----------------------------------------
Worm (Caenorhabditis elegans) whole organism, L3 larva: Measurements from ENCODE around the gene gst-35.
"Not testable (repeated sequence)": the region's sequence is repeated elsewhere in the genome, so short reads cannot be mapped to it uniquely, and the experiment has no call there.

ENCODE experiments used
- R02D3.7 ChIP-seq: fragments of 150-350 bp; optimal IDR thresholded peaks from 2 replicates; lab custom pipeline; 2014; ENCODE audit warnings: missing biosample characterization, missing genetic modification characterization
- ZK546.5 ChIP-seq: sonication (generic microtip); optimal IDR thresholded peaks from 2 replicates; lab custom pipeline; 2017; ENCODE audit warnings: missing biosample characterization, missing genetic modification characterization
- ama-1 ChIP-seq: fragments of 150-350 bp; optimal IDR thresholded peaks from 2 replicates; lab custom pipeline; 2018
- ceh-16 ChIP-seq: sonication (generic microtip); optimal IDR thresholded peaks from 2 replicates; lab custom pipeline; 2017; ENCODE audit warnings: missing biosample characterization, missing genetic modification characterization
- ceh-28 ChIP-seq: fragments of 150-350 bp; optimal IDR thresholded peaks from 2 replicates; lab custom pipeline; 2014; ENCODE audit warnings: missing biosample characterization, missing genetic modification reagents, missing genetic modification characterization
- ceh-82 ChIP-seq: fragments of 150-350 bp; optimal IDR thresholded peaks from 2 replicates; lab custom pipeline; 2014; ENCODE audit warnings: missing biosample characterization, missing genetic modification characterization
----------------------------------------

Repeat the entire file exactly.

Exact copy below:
Worm (Caenorhabditis elegans) whole organism, L3 larva: Measurements from ENCODE around the gene gst-35.
"Not testable (repeated sequence)": the region's sequence is repeated elsewhere in the genome, so short reads cannot be mapped to it uniquely, and the experiment has no call there.

ENCODE experiments used
- R02D3.7 ChIP-seq: fragments of 150-350 bp; optimal IDR thresholded peaks from 2 replicates; lab custom pipeline; 2014; ENCODE audit warnings: missing biosample characterization, missing genetic modification characterization
- ZK546.5 ChIP-seq: sonication (generic microtip); optimal IDR thresholded peaks from 2 replicates; lab custom pipeline; 2017; ENCODE audit warnings: missing biosample characterization, missing genetic modification characterization
- ama-1 ChIP-seq: fragments of 150-350 bp; optimal IDR thresholded peaks from 2 replicates; lab custom pipeline; 2018
- ceh-16 ChIP-seq: sonication (generic microtip); optimal IDR thresholded peaks from 2 replicates; lab custom pipeline; 2017; ENCODE audit warnings: missing biosample characterization, missing genetic modification characterization
- ceh-28 ChIP-seq: fragments of 150-350 bp; optimal IDR thresholded peaks from 2 replicates; lab custom pipeline; 2014; ENCODE audit warnings: missing biosample characterization, missing genetic modification reagents, missing genetic modification characterization
- ceh-82 ChIP-seq: fragments of 150-350 bp; optimal IDR thresholded peaks from 2 replicates; lab custom pipeline; 2014; ENCODE audit warnings: missing biosample characterization, missing genetic modification characterization